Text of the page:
When The Victim Becomes The Accused

As an honors student at the University of Alabama in Tuscaloosa, Megan Rondini offered rides to drunk girls walking alone at night, even after one threw up in her backseat. No one was there to help Megan when she found herself in that very situation one night in July 2015, except for a well-to-do businessman Megan knew only as “Sweet T.” The 34-year-old later told authorities he offered 20-year-old Megan a ride home because he and a friend saw her leaving downtown Tuscaloosa alone. Megan couldn’t remember how she ended up in Sweet T’s white Mercedes on the way to his ornate mansion, but Megan later told police, she was sober enough by the time he pointed her toward his bedroom to know she didn’t want to have sex with him — and, she said, Sweet T should’ve known it, too.

Megan and her friend went to the hospital for a forensic exam, even though it was the middle of the night and Megan had just run away from Sweet T’s mansion by climbing out of his second-story window. Afterward, instead of going to sleep, she met with law enforcement for an interview. Megan never imagined that she would soon be cast as a criminal, or that investigators would view Sweet T — really T.J. Bunn Jr., son of an influential Tuscaloosa family — as the true victim, but that’s exactly what happened. Under Alabama’s rape law, victims must prove they “earnestly” resisted their attackers, and the investigator who interviewed Megan quickly decided she hadn’t fought back against Bunn — she hadn’t “kicked him or hit him," he explained. His investigation would conclude that no rape occurred. But he didn’t stop there. Instead, he started building a case against Megan, questioning her for multiple crimes she wasn’t even aware she had committed. when Megan tried to file a civil suit, she learned the only way to escape possible prosecution for those crimes was to drop her case. When she went to the University of Alabama for counseling, a staff therapist told Megan she knew the Bunn family and therefore couldn’t help her. Ultimately, Megan and her family decided it was no longer safe for her to stay in Tuscaloosa. She withdrew from the university before the end of fall semester.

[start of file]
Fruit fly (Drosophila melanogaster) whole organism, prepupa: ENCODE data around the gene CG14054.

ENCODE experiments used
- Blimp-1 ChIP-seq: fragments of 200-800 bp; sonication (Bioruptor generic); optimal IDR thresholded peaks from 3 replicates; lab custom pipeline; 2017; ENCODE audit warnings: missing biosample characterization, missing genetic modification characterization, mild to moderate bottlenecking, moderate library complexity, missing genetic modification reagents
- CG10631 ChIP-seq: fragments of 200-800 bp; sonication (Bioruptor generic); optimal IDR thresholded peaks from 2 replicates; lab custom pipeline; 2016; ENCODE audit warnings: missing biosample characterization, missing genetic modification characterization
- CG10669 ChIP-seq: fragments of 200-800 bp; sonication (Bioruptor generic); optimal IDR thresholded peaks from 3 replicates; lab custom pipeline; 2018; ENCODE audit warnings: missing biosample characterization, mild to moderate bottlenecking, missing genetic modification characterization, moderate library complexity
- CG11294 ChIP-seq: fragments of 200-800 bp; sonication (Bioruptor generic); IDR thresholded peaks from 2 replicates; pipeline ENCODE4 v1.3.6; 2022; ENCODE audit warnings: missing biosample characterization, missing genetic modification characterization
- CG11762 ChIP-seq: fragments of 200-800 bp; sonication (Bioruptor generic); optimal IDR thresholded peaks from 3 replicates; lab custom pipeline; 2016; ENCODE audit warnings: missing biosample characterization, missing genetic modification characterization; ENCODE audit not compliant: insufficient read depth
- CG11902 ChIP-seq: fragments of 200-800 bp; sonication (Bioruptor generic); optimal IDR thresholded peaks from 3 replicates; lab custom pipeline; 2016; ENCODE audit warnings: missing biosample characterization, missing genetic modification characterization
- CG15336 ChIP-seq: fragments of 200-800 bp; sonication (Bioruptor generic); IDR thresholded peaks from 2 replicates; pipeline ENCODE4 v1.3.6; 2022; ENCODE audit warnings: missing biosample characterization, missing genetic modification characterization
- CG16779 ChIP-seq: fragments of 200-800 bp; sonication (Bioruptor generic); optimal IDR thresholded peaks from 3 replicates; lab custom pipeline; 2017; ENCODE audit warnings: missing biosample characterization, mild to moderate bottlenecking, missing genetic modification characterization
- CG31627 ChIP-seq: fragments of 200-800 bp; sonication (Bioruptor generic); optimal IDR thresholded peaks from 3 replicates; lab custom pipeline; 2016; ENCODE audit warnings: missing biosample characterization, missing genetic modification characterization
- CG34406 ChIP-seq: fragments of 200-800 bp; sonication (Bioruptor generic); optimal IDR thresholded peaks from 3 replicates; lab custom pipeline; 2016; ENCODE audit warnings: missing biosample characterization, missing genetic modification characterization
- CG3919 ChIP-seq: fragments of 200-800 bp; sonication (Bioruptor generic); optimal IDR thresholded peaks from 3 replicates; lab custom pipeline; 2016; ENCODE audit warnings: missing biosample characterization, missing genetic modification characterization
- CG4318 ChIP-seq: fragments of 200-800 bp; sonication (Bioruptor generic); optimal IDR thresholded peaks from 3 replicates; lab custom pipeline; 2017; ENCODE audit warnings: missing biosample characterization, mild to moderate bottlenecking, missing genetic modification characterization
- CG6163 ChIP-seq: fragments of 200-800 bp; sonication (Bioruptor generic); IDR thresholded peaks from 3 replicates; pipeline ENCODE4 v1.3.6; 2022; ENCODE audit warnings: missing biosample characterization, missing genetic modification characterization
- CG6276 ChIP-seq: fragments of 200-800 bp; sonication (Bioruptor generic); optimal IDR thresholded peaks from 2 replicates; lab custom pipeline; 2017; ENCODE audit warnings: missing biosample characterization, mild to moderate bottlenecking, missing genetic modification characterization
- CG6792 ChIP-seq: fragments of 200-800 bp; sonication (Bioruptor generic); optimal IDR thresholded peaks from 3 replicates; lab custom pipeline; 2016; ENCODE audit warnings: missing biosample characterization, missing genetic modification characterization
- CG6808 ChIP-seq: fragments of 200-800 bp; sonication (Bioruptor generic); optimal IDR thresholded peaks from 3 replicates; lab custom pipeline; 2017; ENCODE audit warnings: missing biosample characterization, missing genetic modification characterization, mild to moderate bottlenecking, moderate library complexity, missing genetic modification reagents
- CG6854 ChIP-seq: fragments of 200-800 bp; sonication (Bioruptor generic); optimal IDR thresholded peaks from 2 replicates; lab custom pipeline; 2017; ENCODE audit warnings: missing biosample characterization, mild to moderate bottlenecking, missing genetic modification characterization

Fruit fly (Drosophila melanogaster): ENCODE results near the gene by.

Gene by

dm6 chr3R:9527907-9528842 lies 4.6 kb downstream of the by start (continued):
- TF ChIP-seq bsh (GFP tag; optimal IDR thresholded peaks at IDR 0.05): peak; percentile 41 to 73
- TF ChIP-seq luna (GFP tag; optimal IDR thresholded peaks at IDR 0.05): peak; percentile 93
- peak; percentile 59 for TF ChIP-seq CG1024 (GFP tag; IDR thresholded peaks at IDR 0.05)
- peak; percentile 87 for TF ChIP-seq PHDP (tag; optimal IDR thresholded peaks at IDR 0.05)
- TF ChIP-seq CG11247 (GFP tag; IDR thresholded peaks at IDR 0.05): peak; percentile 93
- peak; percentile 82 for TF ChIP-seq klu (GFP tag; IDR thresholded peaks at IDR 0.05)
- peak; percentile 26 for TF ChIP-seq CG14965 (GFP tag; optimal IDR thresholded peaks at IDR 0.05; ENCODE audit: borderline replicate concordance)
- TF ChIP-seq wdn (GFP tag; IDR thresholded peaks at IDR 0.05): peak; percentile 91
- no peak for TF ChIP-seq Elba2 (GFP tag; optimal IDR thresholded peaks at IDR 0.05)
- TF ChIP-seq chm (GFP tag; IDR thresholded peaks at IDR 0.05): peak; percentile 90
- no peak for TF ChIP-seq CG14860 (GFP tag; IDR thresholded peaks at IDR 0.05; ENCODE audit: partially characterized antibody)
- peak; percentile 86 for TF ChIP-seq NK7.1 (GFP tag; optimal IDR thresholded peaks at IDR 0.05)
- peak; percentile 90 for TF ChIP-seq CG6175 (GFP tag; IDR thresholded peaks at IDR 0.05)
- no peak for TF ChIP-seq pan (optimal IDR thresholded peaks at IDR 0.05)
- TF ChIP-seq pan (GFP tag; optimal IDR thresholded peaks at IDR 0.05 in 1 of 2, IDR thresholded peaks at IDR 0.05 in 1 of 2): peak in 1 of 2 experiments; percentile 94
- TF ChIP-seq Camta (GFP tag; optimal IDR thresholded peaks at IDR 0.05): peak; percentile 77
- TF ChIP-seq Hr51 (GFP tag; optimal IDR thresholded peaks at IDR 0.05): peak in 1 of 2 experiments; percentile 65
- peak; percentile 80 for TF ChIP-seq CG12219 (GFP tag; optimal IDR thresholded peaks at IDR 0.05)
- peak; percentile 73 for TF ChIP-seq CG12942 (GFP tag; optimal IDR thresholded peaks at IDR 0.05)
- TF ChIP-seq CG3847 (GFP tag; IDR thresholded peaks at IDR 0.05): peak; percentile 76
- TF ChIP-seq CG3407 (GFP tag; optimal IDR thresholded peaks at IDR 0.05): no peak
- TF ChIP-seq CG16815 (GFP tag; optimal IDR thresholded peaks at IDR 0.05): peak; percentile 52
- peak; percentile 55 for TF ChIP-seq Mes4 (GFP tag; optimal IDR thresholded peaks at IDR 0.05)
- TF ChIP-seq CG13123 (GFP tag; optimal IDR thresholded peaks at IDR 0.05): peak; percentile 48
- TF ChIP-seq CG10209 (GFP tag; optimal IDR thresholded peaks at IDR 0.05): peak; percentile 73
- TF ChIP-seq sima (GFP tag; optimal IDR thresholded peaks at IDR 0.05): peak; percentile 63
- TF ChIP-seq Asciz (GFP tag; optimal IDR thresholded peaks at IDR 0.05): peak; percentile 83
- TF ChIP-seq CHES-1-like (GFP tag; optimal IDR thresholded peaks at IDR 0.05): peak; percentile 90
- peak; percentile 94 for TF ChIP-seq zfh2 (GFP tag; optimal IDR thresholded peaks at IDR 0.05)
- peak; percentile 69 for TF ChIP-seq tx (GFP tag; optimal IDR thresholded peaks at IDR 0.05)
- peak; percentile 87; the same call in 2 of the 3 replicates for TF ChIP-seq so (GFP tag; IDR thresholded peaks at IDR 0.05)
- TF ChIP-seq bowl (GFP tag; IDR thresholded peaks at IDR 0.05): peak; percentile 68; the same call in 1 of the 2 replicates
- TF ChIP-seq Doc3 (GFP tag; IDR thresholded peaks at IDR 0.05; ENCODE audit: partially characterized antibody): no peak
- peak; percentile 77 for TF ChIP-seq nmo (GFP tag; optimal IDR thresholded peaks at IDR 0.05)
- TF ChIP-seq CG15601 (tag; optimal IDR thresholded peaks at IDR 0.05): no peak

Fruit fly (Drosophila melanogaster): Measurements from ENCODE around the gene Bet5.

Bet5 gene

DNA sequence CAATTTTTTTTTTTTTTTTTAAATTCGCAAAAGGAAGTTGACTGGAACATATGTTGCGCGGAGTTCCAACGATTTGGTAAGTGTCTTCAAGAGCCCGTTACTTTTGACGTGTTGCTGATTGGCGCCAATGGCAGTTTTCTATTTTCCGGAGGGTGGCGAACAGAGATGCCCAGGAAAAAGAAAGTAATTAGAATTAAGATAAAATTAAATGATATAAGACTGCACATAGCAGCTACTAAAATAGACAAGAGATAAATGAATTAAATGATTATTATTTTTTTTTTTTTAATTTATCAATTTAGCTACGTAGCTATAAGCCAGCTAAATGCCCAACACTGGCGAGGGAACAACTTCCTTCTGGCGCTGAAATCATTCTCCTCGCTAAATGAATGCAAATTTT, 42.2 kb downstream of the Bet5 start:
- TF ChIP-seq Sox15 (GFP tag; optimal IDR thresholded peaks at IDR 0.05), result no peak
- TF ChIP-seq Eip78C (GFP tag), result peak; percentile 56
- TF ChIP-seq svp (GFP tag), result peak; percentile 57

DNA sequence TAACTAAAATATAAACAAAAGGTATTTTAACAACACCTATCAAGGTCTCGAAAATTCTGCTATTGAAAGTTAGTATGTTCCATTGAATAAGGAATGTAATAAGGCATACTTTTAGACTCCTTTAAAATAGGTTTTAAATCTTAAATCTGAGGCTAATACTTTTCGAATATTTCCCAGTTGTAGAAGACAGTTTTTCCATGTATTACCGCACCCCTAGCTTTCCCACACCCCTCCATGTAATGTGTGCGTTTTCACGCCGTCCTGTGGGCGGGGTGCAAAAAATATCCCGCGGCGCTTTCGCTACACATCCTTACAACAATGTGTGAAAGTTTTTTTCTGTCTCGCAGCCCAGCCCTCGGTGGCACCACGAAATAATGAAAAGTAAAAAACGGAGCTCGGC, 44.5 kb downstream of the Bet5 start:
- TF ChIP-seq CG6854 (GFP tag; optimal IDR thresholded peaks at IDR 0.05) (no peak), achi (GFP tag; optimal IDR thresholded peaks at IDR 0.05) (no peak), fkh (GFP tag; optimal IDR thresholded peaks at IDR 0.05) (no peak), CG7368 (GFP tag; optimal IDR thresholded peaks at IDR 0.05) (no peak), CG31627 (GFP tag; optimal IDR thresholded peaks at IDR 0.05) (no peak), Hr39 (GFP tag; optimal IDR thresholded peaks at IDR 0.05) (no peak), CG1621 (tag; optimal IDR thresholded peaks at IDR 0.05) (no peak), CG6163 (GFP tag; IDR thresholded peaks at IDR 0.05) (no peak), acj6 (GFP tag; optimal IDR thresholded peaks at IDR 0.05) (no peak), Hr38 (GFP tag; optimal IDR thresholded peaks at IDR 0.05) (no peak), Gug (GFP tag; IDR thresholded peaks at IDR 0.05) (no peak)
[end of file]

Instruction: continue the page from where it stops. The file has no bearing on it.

“When all is said and done, I wonder what I could’ve accomplished if one man didn’t completely rip everything away from me,” Megan texted a friend in February 2016. Two days later, she hanged herself.


Unfortunately the above scenario happens all to often at so many universities and colleges all over the United States. While some of those colleges are trying to save face and shrug off responsibility, Justifeyed is here to protect your child and hold the guilty accountable. No victim should ever be made to feel like the criminal, or be afraid to come forward because of backlash. Having Justifeyed on their phone, college students have access to safety and protection at all times, no matter where they are or what the situation. Video proof of a situation cannot be hidden with money, no longer can money silence rape. Megan did not have to die and deserved more help than she received. Justifeyed is ready to be the safety tool to every college student should have, this app will be life changing. Donate now to save lives and be assured your child is safe when away at college. Justifeyed would like to remind you just how close the new school year is; as a parent what are you doing to research your child's college and be assure they will be safe?

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